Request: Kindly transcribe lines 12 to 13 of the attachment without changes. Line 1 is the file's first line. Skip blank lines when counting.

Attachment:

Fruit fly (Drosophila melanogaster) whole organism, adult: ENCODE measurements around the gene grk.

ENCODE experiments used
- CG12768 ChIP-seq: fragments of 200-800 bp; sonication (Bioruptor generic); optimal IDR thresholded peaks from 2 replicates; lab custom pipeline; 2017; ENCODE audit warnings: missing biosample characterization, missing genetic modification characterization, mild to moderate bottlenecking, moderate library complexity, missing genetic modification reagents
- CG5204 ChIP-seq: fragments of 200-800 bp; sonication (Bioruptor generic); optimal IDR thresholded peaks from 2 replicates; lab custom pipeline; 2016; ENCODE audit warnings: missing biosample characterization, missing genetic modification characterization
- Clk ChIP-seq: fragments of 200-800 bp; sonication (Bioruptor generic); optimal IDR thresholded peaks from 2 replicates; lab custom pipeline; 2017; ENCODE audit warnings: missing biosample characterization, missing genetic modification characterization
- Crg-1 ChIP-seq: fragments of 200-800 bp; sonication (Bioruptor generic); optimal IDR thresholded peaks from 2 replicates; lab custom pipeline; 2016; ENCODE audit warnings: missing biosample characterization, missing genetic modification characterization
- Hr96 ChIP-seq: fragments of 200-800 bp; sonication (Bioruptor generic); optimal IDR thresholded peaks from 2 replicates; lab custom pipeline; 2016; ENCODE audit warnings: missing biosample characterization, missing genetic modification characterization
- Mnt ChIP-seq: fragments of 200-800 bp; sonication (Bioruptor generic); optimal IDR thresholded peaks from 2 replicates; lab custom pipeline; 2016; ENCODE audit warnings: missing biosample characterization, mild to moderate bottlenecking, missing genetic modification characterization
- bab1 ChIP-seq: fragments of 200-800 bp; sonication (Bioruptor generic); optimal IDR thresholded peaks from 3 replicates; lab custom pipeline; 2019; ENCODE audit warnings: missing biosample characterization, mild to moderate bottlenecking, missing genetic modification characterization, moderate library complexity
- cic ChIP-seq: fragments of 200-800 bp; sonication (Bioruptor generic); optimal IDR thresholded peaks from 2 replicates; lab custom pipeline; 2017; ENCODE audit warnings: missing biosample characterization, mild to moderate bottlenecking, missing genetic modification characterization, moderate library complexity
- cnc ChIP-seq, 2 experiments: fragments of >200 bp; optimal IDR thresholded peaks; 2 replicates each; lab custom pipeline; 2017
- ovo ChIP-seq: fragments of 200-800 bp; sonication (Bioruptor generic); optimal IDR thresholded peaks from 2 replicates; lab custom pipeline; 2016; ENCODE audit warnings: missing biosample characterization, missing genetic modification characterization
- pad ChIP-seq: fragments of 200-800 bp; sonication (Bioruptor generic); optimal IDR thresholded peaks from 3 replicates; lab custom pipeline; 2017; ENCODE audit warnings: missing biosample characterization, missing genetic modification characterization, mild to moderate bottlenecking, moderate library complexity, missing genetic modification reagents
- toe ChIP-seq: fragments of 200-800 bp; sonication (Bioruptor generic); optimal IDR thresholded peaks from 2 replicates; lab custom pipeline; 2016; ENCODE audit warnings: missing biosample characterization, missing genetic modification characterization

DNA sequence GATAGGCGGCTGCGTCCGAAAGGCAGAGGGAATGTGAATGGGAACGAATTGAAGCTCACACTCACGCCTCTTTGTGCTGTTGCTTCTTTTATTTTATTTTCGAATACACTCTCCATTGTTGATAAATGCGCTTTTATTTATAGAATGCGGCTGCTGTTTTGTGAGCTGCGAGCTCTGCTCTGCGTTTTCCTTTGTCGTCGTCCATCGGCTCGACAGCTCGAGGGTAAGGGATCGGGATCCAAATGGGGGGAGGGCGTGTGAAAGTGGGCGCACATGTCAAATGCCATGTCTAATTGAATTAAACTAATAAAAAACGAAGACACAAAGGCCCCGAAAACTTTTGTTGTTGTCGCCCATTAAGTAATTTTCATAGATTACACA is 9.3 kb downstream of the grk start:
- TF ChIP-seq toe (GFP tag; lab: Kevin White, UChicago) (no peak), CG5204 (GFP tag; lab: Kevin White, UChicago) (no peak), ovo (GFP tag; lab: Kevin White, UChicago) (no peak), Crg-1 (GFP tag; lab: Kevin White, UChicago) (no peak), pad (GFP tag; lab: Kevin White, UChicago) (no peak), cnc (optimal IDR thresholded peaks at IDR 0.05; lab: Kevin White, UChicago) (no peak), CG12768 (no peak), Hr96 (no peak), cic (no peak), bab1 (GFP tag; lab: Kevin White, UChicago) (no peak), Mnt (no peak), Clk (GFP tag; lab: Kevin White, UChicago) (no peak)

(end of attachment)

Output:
- ovo ChIP-seq: fragments of 200-800 bp; sonication (Bioruptor generic); optimal IDR thresholded peaks from 2 replicates; lab custom pipeline; 2016; ENCODE audit warnings: missing biosample characterization, missing genetic modification characterization
- pad ChIP-seq: fragments of 200-800 bp; sonication (Bioruptor generic); optimal IDR thresholded peaks from 3 replicates; lab custom pipeline; 2017; ENCODE audit warnings: missing biosample characterization, missing genetic modification characterization, mild to moderate bottlenecking, moderate library complexity, missing genetic modification reagents